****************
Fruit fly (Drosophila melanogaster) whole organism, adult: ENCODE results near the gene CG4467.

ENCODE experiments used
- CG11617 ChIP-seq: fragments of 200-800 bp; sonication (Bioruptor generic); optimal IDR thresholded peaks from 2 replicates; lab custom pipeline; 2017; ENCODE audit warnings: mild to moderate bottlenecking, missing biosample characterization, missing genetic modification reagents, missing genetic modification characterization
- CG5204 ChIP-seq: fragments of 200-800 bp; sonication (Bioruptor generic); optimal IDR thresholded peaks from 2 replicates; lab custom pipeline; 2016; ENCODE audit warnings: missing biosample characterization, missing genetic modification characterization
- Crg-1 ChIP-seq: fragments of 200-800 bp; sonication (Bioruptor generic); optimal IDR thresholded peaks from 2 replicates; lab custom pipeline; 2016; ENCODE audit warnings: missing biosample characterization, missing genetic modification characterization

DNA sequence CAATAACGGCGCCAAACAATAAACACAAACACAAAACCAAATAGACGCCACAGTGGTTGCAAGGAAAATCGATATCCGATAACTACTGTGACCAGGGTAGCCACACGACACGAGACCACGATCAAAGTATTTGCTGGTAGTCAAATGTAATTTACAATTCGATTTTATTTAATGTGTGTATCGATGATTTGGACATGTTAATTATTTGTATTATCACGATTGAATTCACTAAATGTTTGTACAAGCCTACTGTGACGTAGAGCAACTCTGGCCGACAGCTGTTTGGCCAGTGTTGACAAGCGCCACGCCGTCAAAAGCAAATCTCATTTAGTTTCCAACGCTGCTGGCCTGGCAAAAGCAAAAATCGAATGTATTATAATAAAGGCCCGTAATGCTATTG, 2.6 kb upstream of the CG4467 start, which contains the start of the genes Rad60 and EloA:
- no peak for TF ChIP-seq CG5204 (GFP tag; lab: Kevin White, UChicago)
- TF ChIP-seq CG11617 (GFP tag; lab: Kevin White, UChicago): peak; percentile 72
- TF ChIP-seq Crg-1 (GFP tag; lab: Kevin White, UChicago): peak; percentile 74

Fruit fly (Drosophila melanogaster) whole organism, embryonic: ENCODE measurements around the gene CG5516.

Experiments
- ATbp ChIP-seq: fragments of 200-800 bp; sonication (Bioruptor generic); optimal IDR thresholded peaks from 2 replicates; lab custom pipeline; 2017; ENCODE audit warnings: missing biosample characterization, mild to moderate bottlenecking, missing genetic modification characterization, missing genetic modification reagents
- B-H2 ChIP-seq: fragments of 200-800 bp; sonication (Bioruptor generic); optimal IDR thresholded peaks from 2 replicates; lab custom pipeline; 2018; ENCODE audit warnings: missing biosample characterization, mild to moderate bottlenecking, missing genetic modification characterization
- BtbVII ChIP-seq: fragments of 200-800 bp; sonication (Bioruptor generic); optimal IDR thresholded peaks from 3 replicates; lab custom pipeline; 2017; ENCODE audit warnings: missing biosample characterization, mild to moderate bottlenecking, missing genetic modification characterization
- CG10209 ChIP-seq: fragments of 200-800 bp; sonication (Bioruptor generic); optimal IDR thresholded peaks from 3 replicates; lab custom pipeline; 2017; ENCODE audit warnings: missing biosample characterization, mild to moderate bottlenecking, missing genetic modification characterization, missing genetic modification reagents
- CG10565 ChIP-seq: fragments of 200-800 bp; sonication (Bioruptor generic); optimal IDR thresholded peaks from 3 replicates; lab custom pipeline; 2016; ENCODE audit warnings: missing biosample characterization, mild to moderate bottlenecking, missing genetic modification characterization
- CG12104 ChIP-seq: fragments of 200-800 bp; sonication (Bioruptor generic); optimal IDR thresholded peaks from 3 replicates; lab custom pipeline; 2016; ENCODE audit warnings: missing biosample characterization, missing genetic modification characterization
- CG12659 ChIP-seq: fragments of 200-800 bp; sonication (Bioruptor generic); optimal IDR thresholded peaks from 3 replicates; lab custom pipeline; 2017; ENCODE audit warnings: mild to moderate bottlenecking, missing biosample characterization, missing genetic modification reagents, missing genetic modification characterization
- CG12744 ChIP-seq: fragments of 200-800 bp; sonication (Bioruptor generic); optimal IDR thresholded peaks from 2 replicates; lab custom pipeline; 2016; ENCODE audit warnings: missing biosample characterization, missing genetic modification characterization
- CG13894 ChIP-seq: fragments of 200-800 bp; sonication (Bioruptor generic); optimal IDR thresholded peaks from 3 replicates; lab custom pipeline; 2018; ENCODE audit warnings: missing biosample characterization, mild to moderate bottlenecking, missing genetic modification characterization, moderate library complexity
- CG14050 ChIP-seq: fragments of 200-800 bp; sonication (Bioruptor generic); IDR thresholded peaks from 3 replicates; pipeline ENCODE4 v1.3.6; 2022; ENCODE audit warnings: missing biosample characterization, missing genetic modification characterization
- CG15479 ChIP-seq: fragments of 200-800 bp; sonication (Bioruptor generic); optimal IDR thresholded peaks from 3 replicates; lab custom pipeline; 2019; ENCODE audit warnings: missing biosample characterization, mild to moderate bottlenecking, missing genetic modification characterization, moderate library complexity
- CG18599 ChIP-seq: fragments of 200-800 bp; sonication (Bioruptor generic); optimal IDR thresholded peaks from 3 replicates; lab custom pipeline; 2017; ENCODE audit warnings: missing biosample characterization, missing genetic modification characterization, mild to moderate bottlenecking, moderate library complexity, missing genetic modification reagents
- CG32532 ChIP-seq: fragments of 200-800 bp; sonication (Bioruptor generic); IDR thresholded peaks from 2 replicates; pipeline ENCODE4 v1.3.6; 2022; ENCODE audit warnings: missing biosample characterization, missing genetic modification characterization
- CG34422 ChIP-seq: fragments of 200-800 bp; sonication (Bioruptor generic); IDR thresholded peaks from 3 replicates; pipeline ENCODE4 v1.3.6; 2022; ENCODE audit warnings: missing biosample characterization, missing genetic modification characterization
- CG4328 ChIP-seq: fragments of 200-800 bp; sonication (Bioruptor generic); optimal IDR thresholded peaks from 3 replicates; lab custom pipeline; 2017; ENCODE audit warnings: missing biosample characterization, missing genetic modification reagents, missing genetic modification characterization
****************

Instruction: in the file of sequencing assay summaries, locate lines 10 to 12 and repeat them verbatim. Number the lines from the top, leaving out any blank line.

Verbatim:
Fruit fly (Drosophila melanogaster) whole organism, embryonic: ENCODE measurements around the gene CG5516.

Experiments
- ATbp ChIP-seq: fragments of 200-800 bp; sonication (Bioruptor generic); optimal IDR thresholded peaks from 2 replicates; lab custom pipeline; 2017; ENCODE audit warnings: missing biosample characterization, mild to moderate bottlenecking, missing genetic modification characterization, missing genetic modification reagents